When we got to the top of the stairs, there was a line of police right there. Usually, you can walk to the guard shack about a half a block away before you are stopped. Apparently they knew we were coming and they were waiting for us. There were several police officers with 3 foot rifles. I felt really uncomfortable seeing the guns, but then I looked at our friends vigiling in the free speech area and felt better.

A Pentagon police officer asked us what we were doing and we explained that we had sent a letter to Secretary Gates about meeting with him or a representative. We said we had grave concerns about what the Pentagon is doing as the biggest polluter/destroyer of Mother Earth on the planet. We said we were concerned about the wars in Afghanistan and Iraq and the innocent people who were suffering and dying as a result of these wars. We explained that we had mailed a letter and not gotten an answer so we needed to come to the Pentagon in person to address these issues. People are dying and so it was urgent and we could not wait for a reply. We were told that we could not meet with anybody and we would have to leave. We explained that we were citizens asking for a meeting with a government official about these important matters and we couldn’t leave.

They asked for our identification. I realized that I had forgotten to bring my id with me and told them. The officer tried to tell us that it was illegal to be out without any identification. This is a crazy and scary notion. We are living in a police state if we are required to have id on us at all times to be checked by the police whenever they want to. We had not committed any crime and it was out of line for them to ask for our id at that point. Malachy objected to this and a superior officer came over and acknowledged that we do not have to be carrying a drivers license, but we have to provide the information if we are asked by a police officer. I’m not even sure if that is true.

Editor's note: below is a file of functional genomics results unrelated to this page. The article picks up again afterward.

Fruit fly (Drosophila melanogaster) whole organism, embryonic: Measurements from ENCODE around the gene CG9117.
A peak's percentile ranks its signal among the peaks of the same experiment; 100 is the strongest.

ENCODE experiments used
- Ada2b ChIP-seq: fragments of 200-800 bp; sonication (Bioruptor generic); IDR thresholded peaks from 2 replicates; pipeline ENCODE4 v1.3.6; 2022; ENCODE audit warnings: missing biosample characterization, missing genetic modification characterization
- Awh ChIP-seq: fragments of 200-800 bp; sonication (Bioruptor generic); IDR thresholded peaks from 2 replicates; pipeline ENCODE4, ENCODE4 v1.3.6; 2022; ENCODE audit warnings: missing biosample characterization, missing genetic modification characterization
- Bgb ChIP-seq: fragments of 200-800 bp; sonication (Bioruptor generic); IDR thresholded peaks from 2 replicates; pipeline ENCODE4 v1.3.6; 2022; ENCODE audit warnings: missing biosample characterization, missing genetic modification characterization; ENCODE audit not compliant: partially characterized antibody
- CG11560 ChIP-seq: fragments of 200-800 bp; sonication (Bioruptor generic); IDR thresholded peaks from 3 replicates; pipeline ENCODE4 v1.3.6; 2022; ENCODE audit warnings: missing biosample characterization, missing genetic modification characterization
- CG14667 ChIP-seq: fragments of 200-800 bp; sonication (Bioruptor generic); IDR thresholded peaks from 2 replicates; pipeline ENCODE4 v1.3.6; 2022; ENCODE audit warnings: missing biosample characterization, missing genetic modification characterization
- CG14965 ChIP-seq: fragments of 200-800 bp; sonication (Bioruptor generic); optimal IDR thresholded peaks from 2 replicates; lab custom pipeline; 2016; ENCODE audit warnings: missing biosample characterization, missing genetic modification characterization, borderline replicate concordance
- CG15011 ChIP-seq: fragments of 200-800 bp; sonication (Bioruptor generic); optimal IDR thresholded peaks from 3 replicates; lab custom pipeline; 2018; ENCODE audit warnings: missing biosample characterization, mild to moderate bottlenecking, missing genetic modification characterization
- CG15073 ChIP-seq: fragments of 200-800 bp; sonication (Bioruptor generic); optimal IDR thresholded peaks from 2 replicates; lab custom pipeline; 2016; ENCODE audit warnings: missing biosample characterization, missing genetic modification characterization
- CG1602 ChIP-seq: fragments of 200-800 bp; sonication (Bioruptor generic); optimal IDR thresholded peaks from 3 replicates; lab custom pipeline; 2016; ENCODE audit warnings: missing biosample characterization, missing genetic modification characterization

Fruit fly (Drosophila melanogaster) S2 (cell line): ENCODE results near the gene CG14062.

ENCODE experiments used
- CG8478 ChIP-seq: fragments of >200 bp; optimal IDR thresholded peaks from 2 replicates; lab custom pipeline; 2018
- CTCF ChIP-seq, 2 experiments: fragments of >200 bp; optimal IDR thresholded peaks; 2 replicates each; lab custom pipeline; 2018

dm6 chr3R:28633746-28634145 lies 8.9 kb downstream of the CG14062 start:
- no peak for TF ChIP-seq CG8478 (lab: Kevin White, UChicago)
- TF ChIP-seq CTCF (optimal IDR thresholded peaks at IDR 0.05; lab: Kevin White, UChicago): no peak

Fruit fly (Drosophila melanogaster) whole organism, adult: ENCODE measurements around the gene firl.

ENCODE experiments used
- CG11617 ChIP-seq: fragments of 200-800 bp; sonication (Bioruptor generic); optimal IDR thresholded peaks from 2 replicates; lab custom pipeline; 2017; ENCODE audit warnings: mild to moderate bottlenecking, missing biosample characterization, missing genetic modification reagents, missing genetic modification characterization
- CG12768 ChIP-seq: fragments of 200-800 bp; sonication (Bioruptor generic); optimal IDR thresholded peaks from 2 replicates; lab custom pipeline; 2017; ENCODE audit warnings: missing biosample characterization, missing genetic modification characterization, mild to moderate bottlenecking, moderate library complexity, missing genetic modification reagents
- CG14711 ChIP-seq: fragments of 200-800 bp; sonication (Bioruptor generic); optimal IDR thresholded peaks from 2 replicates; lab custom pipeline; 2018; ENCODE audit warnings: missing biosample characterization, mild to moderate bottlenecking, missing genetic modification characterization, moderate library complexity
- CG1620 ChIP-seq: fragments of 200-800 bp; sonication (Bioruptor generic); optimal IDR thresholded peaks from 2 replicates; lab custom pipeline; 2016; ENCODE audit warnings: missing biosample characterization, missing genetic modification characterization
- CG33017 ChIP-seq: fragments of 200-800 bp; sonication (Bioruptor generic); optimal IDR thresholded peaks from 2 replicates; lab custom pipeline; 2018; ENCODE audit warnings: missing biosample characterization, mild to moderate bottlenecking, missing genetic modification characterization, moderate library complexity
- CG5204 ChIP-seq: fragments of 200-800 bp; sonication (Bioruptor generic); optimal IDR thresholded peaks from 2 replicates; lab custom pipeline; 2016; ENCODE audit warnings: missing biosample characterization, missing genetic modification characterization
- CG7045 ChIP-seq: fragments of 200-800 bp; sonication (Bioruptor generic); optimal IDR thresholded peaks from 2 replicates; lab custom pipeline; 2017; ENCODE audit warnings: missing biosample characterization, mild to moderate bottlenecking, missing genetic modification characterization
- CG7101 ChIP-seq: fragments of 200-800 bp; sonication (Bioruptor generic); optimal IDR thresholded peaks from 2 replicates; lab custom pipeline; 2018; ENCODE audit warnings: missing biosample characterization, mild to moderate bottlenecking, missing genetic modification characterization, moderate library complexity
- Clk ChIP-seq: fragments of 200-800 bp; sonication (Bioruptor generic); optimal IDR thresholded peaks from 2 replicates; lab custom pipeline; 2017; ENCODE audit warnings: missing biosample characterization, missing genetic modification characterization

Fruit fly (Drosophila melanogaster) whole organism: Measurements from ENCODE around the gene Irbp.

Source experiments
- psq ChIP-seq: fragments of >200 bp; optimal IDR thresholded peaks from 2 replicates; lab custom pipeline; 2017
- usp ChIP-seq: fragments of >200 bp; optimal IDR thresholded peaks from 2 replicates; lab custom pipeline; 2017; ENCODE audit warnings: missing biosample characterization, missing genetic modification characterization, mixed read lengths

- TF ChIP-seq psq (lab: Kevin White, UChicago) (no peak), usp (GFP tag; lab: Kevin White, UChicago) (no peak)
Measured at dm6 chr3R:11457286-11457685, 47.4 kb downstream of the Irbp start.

Eventually two men in slick dark suits and sunglasses came out to talk to us. They flashed their badges and said they were criminal investigators with Pentagon police. After asking us a number of questions, Malachy questioned why they were there and what they were investigating as no crime had been committed. In trying to cover up why they were there, they claimed they had been misinformed and thought we wanted to talk to them about a criminal matter. Malachy took this opportunity to state that actually we would like to sit down and talk to them about the crimes being committed by our government. We could bring in evidence and expert witnesses and they could investigate the war crimes of the Pentagon.

Max continued to explain that we wanted to talk to someone about what is happening with the wars, and with the destruction of the planet caused by the military. The investigators told us that we did not get an answer to our letter because the officials in the Pentagon chose not to talk to us. I said again that we are citizens who have the right to talk to our government officials about these important matters. I said that we are obligated under Nuremberg to hold our government accountable when they are breaking the law. I told them that they, and everyone here spreading my arms to indicate others officers, Pentagon employees etc., are obligated under Nuremberg to uphold the law.